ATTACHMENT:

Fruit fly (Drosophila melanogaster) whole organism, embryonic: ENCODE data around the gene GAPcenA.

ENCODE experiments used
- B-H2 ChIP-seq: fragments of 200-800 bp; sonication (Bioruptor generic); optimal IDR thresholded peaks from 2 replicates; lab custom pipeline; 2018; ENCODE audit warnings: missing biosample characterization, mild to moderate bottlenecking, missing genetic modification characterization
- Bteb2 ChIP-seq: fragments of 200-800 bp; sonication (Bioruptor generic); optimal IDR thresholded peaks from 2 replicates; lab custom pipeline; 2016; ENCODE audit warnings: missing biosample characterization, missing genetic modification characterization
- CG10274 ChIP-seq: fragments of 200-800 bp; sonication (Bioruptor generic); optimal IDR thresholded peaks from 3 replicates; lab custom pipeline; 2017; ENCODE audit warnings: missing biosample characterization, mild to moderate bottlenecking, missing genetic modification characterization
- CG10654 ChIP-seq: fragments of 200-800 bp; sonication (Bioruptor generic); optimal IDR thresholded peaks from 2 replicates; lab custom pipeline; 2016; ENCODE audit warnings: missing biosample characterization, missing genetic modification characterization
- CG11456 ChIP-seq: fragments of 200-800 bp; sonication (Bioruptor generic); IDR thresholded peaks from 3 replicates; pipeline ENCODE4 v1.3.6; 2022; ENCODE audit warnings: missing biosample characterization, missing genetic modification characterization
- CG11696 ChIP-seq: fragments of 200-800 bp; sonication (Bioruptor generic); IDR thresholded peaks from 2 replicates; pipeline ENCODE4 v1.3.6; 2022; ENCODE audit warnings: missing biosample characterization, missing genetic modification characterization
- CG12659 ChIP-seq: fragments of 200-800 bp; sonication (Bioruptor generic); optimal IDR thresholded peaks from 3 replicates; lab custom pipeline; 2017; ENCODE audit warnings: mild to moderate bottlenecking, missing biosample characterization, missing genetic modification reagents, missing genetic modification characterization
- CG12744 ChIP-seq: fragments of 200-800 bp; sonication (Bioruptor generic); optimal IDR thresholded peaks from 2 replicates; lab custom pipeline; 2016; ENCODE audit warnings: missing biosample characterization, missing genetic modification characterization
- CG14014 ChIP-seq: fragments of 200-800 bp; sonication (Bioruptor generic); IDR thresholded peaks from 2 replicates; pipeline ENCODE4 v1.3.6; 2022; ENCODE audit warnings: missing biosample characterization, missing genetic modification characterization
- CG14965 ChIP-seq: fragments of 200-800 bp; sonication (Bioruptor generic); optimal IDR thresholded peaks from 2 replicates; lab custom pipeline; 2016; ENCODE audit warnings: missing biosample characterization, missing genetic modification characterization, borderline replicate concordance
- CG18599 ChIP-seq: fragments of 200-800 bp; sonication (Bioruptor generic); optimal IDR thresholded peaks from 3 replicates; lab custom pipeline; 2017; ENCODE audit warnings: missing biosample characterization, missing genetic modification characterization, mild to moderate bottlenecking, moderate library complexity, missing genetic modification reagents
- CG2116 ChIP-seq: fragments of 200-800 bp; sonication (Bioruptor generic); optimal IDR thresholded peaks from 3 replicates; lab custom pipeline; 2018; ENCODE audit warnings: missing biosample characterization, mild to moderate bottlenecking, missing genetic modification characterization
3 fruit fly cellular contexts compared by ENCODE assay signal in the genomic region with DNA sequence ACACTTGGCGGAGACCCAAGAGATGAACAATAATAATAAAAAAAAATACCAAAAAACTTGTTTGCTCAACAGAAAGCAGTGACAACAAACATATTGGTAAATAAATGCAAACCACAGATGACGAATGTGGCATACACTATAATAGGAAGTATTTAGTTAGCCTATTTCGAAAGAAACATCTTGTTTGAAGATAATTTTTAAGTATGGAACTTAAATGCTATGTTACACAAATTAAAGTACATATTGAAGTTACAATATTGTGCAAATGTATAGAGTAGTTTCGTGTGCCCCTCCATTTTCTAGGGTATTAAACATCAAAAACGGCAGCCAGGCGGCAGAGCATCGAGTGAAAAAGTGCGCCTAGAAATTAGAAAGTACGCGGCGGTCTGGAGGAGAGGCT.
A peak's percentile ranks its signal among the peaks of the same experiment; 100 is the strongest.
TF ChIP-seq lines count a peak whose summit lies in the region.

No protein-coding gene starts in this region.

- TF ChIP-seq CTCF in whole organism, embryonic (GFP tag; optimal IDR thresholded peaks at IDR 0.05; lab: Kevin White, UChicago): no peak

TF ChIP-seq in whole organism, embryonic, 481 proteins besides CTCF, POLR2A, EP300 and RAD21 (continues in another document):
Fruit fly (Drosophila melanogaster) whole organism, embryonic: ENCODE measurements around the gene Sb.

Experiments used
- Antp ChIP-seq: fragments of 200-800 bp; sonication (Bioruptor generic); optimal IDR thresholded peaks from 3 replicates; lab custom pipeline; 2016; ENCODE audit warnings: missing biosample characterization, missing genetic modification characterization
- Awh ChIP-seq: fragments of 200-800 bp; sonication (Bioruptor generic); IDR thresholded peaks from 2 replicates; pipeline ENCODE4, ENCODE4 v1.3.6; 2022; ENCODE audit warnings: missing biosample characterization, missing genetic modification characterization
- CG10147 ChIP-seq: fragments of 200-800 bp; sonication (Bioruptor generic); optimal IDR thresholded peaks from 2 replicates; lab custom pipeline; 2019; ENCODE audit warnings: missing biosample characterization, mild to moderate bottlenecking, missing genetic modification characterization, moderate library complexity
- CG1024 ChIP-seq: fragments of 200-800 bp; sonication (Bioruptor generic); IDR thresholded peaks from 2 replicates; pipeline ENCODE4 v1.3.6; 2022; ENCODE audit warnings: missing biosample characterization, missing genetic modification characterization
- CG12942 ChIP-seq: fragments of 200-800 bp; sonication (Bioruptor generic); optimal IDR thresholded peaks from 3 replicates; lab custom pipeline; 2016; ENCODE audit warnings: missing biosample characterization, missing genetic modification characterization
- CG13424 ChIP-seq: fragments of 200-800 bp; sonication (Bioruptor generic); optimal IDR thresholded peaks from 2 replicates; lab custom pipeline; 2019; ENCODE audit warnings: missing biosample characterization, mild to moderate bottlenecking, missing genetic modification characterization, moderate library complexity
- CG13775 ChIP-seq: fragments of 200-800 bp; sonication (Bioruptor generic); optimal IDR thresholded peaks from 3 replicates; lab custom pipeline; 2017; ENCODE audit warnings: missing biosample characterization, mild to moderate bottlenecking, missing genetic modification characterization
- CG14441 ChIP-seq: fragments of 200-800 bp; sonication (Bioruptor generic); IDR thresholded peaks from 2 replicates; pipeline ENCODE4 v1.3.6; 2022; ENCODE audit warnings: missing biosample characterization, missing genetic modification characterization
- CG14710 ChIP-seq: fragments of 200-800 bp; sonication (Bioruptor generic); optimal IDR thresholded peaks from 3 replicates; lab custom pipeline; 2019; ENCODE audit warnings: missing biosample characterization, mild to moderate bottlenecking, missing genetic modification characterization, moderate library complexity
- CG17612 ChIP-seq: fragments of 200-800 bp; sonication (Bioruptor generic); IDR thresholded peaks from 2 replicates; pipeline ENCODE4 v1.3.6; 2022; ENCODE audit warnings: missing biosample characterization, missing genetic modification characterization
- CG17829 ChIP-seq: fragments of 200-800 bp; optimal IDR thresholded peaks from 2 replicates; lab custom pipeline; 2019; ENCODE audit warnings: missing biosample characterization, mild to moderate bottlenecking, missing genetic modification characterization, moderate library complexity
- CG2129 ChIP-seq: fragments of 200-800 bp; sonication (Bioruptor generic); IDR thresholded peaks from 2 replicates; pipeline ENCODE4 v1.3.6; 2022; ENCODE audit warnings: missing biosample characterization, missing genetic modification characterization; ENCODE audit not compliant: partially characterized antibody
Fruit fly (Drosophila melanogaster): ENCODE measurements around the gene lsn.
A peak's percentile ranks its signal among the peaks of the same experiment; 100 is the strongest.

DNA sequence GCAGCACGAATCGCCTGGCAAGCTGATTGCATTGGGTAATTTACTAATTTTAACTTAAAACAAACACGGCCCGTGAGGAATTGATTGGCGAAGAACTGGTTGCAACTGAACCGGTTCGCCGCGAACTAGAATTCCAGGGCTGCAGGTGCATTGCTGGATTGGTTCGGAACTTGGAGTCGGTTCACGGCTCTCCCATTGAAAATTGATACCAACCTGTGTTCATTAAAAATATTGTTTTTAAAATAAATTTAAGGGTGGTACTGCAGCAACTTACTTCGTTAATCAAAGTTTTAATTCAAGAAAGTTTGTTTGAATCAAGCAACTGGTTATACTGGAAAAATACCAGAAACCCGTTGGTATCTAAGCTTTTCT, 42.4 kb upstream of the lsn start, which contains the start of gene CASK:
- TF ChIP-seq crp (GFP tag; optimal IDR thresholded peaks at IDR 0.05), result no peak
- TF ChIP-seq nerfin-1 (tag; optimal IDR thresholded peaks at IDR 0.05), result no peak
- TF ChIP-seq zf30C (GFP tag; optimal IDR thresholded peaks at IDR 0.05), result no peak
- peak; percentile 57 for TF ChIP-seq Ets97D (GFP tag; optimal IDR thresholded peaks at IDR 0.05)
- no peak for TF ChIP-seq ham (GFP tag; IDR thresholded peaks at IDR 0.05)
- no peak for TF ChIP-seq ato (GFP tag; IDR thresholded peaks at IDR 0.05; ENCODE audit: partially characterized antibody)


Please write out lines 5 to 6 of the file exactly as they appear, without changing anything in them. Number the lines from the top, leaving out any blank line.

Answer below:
- CG10274 ChIP-seq: fragments of 200-800 bp; sonication (Bioruptor generic); optimal IDR thresholded peaks from 3 replicates; lab custom pipeline; 2017; ENCODE audit warnings: missing biosample characterization, mild to moderate bottlenecking, missing genetic modification characterization
- CG10654 ChIP-seq: fragments of 200-800 bp; sonication (Bioruptor generic); optimal IDR thresholded peaks from 2 replicates; lab custom pipeline; 2016; ENCODE audit warnings: missing biosample characterization, missing genetic modification characterization